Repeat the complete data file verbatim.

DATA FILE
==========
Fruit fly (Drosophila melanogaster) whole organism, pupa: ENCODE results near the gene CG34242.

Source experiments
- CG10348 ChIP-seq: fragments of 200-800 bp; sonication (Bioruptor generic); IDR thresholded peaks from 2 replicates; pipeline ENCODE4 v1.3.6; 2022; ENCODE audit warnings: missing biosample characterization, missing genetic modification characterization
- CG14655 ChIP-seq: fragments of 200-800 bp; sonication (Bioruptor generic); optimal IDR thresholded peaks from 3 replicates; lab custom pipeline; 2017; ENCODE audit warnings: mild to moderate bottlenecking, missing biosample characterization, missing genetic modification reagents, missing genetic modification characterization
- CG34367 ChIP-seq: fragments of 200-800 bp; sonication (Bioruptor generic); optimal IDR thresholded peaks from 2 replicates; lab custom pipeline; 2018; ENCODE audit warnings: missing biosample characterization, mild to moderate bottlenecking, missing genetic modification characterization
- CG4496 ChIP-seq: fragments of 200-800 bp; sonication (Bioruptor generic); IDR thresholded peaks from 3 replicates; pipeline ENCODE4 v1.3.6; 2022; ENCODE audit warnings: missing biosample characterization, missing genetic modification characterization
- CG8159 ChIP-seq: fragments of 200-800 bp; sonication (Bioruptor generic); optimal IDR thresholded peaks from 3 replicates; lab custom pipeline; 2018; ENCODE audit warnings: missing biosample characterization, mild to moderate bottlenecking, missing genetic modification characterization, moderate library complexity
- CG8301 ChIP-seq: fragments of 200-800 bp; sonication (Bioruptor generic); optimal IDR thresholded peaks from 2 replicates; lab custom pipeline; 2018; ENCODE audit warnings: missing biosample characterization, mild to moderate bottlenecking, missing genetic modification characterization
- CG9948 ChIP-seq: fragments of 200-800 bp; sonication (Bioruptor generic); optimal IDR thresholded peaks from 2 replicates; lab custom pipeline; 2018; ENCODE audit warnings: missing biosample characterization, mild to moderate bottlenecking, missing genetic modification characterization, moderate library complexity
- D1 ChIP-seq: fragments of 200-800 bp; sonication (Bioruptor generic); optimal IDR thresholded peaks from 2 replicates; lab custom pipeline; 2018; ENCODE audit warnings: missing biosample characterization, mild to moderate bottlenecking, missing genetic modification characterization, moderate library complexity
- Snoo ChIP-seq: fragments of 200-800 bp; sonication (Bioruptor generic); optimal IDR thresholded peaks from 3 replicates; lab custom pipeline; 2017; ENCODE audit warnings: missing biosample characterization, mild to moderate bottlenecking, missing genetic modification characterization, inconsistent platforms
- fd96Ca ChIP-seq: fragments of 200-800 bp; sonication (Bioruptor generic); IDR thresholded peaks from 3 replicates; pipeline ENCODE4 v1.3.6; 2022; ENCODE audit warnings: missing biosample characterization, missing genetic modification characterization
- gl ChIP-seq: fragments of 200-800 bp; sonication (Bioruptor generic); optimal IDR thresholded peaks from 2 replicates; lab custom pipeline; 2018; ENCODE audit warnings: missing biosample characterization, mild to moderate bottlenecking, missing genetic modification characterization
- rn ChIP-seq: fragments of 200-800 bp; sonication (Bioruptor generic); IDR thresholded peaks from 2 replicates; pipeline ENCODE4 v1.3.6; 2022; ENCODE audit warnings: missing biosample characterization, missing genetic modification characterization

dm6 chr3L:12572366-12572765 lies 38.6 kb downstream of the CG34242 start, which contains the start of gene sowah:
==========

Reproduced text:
Fruit fly (Drosophila melanogaster) whole organism, pupa: ENCODE results near the gene CG34242.

Source experiments
- CG10348 ChIP-seq: fragments of 200-800 bp; sonication (Bioruptor generic); IDR thresholded peaks from 2 replicates; pipeline ENCODE4 v1.3.6; 2022; ENCODE audit warnings: missing biosample characterization, missing genetic modification characterization
- CG14655 ChIP-seq: fragments of 200-800 bp; sonication (Bioruptor generic); optimal IDR thresholded peaks from 3 replicates; lab custom pipeline; 2017; ENCODE audit warnings: mild to moderate bottlenecking, missing biosample characterization, missing genetic modification reagents, missing genetic modification characterization
- CG34367 ChIP-seq: fragments of 200-800 bp; sonication (Bioruptor generic); optimal IDR thresholded peaks from 2 replicates; lab custom pipeline; 2018; ENCODE audit warnings: missing biosample characterization, mild to moderate bottlenecking, missing genetic modification characterization
- CG4496 ChIP-seq: fragments of 200-800 bp; sonication (Bioruptor generic); IDR thresholded peaks from 3 replicates; pipeline ENCODE4 v1.3.6; 2022; ENCODE audit warnings: missing biosample characterization, missing genetic modification characterization
- CG8159 ChIP-seq: fragments of 200-800 bp; sonication (Bioruptor generic); optimal IDR thresholded peaks from 3 replicates; lab custom pipeline; 2018; ENCODE audit warnings: missing biosample characterization, mild to moderate bottlenecking, missing genetic modification characterization, moderate library complexity
- CG8301 ChIP-seq: fragments of 200-800 bp; sonication (Bioruptor generic); optimal IDR thresholded peaks from 2 replicates; lab custom pipeline; 2018; ENCODE audit warnings: missing biosample characterization, mild to moderate bottlenecking, missing genetic modification characterization
- CG9948 ChIP-seq: fragments of 200-800 bp; sonication (Bioruptor generic); optimal IDR thresholded peaks from 2 replicates; lab custom pipeline; 2018; ENCODE audit warnings: missing biosample characterization, mild to moderate bottlenecking, missing genetic modification characterization, moderate library complexity
- D1 ChIP-seq: fragments of 200-800 bp; sonication (Bioruptor generic); optimal IDR thresholded peaks from 2 replicates; lab custom pipeline; 2018; ENCODE audit warnings: missing biosample characterization, mild to moderate bottlenecking, missing genetic modification characterization, moderate library complexity
- Snoo ChIP-seq: fragments of 200-800 bp; sonication (Bioruptor generic); optimal IDR thresholded peaks from 3 replicates; lab custom pipeline; 2017; ENCODE audit warnings: missing biosample characterization, mild to moderate bottlenecking, missing genetic modification characterization, inconsistent platforms
- fd96Ca ChIP-seq: fragments of 200-800 bp; sonication (Bioruptor generic); IDR thresholded peaks from 3 replicates; pipeline ENCODE4 v1.3.6; 2022; ENCODE audit warnings: missing biosample characterization, missing genetic modification characterization
- gl ChIP-seq: fragments of 200-800 bp; sonication (Bioruptor generic); optimal IDR thresholded peaks from 2 replicates; lab custom pipeline; 2018; ENCODE audit warnings: missing biosample characterization, mild to moderate bottlenecking, missing genetic modification characterization
- rn ChIP-seq: fragments of 200-800 bp; sonication (Bioruptor generic); IDR thresholded peaks from 2 replicates; pipeline ENCODE4 v1.3.6; 2022; ENCODE audit warnings: missing biosample characterization, missing genetic modification characterization

dm6 chr3L:12572366-12572765 lies 38.6 kb downstream of the CG34242 start, which contains the start of gene sowah: